Traditional Arts Apprenticeships 2014

Steve Derricott was born in southeastern Idaho into a ranching and farming family. His father, Lloyd, was a horse trainer and master rawhide braider. Steve grew up watching his father but didn’t start braiding until his early 40s. In 1994, Lloyd took Steve as an apprentice through the Idaho Commission on the Arts’ Traditional Arts Apprenticeship Program, after Steve had already established himself as a quality leatherworker. With the encouragement of his father, the apprenticeship allowed him to learn the basic skills as well as develop a personalized style in the art form. He fashions his own tools to make the process faster and easier. Now he creates intricate braid work and knots to form horse reins, headstalls, quirts, bosals, and more. Steve enjoys and feels strongly about teaching others to create high quality artistic yet functional horse gear.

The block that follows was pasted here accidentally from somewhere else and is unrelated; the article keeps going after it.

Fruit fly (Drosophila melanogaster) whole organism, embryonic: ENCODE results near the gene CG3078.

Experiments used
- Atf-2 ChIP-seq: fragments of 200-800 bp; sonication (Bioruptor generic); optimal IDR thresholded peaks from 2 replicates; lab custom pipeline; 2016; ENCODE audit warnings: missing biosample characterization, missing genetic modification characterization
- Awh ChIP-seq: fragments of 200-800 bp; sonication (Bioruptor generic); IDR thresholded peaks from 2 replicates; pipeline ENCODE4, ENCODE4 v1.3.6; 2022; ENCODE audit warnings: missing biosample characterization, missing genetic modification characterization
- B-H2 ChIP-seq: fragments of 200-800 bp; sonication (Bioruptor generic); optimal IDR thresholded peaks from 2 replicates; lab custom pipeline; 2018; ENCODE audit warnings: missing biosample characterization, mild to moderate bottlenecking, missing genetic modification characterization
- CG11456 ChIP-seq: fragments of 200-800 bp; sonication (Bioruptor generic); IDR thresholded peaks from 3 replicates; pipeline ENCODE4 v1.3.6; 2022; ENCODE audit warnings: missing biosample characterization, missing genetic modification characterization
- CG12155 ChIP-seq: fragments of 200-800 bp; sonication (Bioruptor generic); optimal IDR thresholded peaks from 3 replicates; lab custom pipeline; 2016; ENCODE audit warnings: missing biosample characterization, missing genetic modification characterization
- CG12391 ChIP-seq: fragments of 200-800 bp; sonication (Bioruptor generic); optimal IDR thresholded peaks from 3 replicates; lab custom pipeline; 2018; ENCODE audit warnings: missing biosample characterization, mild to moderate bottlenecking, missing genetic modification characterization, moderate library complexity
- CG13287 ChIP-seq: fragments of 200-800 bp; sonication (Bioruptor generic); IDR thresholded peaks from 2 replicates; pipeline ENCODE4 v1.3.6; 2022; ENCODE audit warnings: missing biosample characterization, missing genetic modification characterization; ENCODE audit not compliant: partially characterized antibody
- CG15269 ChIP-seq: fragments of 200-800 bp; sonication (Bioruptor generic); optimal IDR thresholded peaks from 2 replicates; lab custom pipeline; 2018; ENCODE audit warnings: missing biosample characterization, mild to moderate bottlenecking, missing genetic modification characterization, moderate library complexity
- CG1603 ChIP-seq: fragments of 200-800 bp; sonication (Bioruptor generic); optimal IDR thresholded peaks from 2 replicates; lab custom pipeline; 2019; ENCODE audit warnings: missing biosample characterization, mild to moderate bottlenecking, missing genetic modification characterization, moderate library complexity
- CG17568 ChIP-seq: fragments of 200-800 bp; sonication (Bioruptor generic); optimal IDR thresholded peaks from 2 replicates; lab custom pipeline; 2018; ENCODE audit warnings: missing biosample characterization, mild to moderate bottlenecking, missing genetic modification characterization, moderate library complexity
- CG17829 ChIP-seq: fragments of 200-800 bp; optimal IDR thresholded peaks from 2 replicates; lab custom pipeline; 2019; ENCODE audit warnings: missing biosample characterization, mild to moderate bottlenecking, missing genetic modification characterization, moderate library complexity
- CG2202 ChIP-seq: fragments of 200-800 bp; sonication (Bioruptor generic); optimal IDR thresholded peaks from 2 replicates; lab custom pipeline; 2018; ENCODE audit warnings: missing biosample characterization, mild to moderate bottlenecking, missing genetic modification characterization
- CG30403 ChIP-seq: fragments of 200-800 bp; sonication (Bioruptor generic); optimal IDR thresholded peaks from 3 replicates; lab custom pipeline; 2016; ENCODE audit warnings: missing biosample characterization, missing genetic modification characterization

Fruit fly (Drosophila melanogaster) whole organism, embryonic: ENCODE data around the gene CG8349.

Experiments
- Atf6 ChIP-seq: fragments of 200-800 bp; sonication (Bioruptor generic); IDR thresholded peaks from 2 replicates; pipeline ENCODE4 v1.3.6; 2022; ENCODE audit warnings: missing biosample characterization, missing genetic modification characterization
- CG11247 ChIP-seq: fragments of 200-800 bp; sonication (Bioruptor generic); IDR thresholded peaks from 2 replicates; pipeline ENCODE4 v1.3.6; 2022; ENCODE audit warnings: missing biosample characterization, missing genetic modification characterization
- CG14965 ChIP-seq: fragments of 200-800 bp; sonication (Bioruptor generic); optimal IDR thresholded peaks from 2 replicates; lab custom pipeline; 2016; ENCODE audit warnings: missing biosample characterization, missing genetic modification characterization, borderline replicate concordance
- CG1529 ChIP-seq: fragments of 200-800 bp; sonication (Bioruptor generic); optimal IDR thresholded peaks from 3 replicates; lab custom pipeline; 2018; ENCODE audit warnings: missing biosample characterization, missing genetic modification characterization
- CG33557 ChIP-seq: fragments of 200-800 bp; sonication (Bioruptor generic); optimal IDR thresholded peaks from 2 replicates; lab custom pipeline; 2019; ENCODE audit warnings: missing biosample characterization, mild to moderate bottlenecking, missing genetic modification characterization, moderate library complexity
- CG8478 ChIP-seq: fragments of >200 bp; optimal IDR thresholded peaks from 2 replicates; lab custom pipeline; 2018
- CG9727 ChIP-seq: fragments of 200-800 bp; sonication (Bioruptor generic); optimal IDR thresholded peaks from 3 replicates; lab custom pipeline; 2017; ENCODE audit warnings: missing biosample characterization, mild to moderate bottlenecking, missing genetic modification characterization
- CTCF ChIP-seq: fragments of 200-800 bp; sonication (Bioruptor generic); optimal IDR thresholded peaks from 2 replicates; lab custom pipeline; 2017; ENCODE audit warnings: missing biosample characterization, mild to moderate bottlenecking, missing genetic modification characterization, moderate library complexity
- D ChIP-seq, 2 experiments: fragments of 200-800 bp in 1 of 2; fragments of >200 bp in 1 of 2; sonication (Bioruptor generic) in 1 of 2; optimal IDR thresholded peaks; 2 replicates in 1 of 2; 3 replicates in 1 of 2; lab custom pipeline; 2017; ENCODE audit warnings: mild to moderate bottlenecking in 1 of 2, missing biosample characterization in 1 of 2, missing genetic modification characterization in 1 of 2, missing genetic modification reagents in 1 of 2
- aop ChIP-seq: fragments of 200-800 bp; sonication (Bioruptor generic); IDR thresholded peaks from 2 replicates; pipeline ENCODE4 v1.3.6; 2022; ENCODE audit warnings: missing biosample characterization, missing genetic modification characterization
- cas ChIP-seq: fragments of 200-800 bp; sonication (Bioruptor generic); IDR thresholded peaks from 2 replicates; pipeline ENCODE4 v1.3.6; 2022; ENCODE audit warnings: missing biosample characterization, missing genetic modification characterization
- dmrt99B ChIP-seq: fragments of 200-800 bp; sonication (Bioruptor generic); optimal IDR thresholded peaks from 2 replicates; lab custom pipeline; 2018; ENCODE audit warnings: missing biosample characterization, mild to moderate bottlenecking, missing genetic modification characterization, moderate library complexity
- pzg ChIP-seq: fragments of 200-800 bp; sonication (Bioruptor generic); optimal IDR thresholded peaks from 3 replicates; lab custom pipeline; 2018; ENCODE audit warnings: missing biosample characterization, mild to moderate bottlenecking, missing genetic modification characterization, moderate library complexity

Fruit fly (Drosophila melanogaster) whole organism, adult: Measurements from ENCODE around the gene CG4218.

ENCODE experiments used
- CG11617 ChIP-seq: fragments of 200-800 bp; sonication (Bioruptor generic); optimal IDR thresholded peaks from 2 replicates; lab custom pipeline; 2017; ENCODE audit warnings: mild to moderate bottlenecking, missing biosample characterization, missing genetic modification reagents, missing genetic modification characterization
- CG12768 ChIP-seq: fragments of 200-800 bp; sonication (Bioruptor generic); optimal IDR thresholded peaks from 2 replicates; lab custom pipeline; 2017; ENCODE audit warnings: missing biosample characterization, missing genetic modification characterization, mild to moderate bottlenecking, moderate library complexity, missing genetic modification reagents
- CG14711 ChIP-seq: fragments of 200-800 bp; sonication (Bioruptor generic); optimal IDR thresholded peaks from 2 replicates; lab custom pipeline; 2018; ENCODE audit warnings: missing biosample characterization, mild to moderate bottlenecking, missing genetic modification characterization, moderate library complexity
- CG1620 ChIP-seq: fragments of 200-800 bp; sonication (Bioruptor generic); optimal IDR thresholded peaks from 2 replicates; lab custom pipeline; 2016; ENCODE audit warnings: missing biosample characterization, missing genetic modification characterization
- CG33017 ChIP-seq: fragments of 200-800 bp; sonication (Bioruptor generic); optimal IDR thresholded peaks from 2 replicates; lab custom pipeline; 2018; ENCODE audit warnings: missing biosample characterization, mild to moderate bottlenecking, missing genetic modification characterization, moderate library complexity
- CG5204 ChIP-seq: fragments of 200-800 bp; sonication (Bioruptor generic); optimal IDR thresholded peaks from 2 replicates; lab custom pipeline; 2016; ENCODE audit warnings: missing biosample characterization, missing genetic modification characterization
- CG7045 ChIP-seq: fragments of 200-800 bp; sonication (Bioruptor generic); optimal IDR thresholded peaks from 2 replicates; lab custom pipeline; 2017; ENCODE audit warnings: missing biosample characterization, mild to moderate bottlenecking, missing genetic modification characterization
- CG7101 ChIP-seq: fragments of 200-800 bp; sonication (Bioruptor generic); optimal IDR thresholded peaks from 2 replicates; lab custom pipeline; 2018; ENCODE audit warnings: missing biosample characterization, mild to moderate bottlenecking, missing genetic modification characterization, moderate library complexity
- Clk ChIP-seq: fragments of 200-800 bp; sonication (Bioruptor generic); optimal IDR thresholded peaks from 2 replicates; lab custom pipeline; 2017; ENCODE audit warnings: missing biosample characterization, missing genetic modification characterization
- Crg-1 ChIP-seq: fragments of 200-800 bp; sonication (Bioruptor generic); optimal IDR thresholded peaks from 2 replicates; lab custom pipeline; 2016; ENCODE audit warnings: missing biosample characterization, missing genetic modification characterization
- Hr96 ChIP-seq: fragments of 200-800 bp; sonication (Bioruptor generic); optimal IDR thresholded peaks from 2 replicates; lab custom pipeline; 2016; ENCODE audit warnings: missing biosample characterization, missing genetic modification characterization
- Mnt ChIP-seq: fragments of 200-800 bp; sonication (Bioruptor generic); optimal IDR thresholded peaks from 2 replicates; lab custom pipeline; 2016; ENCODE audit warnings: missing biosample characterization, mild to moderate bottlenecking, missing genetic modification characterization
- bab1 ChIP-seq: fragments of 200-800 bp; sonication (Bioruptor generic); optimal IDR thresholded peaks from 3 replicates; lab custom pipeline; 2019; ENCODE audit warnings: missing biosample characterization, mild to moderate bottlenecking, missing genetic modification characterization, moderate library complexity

In 2013, Jon Mendiola, a first-generation U.S. citizen of Basque descent and former cowboy working for day wages, apprenticed under Steve. Jon brought previous experience with rawhide braiding, leatherwork, and tack repair with him to the apprenticeship but knew that books, online resources, and DVDs would only enable him to improve his own abilities, not master the art form. For this he sought Steve. The two worked together for 11 months at every aspect of the art form, from hide preparation, string cutting and beveling to specific knots and finally to finished products like a headstall, reins, and knife handles. Jon took to the apprenticeship immediately and by the end Steve claims that the roles of student and master were indistinguishable.